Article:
To encourage the revitalization of Native American languages determine your tribal affiliation and learn its language. Start with the basics, which are conversational words or phrases such as hello, good-bye, how are you?, and others basic words or greetings. This is a good start. Continue to build on this effort each day learning new words or phrases. Then begin to introduce your family and friends to the language. This renews the Native American language and brings you closer to reclaiming culture and heritage.

Article by CherokeeCloud -8/16/2006

Want to learn Native American Language?

contact:CherokeeCloud at “[email protected]

FIRST NATION HISTORY (P)

Clothing and housing were also similar – buckskin and semi-permanent villages of medium-sized longhouses and wigwams. For this reason, it is difficult today to distinguish between the site of a Pequot village and that of another tribe. The main difference being that Pequot villages were almost always heavily fortified. The Pequot were not that much larger than the tribes surrounding them, but they differed from other Algonquin in their political structure. Highly organized, the strong central authority exercised by their tribal council and grand sachem gave the Pequot a considerable military advantage over their neighbors. In this way, the Pequot were more like the Narragansett of Rhode Island and the Mahican of New York's Hudson Valley (with whom they are frequently confused).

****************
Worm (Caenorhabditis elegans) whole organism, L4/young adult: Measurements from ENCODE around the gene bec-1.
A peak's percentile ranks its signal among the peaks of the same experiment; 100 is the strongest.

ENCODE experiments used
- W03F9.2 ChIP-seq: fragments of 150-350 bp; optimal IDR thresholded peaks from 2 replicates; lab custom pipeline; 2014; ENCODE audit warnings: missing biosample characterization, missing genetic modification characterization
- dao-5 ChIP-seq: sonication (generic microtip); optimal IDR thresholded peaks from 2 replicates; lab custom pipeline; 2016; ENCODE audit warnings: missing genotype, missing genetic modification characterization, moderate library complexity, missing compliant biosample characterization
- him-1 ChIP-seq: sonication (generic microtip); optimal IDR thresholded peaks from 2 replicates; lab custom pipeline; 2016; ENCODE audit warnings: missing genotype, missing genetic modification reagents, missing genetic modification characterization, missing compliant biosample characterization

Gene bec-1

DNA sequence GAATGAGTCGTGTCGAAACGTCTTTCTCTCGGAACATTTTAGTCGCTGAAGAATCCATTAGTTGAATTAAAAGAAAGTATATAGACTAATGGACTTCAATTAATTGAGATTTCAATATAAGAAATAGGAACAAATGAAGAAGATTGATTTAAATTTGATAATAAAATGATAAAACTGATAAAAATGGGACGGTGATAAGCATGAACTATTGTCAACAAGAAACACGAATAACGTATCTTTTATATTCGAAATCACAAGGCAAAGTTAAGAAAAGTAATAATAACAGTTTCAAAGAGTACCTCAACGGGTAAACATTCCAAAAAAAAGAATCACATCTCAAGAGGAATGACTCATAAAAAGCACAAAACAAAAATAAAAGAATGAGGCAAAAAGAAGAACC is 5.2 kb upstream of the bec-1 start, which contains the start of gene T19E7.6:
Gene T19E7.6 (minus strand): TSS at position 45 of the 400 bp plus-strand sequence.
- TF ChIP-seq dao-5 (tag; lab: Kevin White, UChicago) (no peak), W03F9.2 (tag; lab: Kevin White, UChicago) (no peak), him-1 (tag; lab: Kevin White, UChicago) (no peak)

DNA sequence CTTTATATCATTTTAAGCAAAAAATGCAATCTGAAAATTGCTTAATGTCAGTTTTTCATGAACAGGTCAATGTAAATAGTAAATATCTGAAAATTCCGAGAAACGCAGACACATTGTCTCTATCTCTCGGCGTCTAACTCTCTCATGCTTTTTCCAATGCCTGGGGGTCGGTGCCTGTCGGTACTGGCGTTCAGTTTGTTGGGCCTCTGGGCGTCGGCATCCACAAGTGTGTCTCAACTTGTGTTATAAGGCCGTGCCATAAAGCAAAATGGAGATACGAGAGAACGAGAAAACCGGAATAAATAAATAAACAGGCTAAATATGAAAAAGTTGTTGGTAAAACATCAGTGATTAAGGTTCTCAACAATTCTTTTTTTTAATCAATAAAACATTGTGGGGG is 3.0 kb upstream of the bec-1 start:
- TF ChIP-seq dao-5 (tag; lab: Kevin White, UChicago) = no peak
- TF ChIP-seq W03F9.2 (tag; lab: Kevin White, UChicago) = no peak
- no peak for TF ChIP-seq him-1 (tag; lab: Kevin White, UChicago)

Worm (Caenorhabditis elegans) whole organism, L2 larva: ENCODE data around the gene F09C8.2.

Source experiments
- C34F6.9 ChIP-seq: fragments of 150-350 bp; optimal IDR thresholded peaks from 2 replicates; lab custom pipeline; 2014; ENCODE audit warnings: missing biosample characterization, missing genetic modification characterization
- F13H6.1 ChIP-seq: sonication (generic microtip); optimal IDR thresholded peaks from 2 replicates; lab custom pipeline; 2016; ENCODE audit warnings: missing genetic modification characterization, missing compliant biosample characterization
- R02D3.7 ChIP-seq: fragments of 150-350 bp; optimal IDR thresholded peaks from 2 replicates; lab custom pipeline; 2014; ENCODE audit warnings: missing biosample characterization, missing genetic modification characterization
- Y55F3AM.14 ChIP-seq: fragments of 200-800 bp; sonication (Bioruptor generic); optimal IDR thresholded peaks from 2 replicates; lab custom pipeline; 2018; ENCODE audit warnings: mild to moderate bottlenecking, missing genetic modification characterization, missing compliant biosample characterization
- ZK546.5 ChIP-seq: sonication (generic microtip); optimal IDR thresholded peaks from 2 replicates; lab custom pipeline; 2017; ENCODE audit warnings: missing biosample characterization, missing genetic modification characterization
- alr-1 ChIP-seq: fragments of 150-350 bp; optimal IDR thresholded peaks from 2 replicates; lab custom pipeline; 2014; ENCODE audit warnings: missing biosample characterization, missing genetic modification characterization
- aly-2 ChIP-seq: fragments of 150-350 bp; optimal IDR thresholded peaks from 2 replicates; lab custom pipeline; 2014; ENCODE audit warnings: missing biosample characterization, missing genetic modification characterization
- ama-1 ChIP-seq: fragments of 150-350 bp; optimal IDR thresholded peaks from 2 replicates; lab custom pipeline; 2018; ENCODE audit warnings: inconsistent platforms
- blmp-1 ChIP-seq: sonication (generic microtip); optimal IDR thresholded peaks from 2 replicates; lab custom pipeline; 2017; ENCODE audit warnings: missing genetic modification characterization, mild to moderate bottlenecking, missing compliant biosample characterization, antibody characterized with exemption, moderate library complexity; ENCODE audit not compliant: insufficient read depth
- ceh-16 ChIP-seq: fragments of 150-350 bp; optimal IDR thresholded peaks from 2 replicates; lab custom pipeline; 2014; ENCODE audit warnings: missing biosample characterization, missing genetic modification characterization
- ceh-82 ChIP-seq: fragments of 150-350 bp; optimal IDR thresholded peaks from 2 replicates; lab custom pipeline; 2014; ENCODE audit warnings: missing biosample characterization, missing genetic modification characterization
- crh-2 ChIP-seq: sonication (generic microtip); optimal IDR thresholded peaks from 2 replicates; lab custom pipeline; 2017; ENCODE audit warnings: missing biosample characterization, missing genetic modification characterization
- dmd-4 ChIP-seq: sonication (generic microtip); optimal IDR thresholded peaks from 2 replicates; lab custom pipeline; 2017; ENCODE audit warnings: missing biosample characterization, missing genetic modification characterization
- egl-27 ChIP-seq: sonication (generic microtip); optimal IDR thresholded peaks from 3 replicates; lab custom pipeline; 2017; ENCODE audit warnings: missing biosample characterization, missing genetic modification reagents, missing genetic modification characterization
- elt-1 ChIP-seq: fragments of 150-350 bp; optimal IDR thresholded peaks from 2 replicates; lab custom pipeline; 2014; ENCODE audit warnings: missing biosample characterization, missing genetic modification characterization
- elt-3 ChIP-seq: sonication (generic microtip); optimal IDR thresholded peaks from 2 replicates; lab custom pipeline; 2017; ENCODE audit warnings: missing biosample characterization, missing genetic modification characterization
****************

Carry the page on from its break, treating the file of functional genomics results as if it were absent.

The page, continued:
Pocumtuc 

Like other New England Algonquin, the Pocumtuc were an agriculture people who lived in one of the most fertile farming areas in New England. Their homeland also abounded with game, and during the spring they were able to take advantage of large fish runs up the Connecticut and its tributaries. Besides the obvious north-south transportation provided by the Connecticut River (Quinnitukqut "long river"), the Pocumtuc homeland sat astride several important east-west trade routes, including the Mohawk Trail, which linked Native Americans in the interior with those on the Atlantic coast.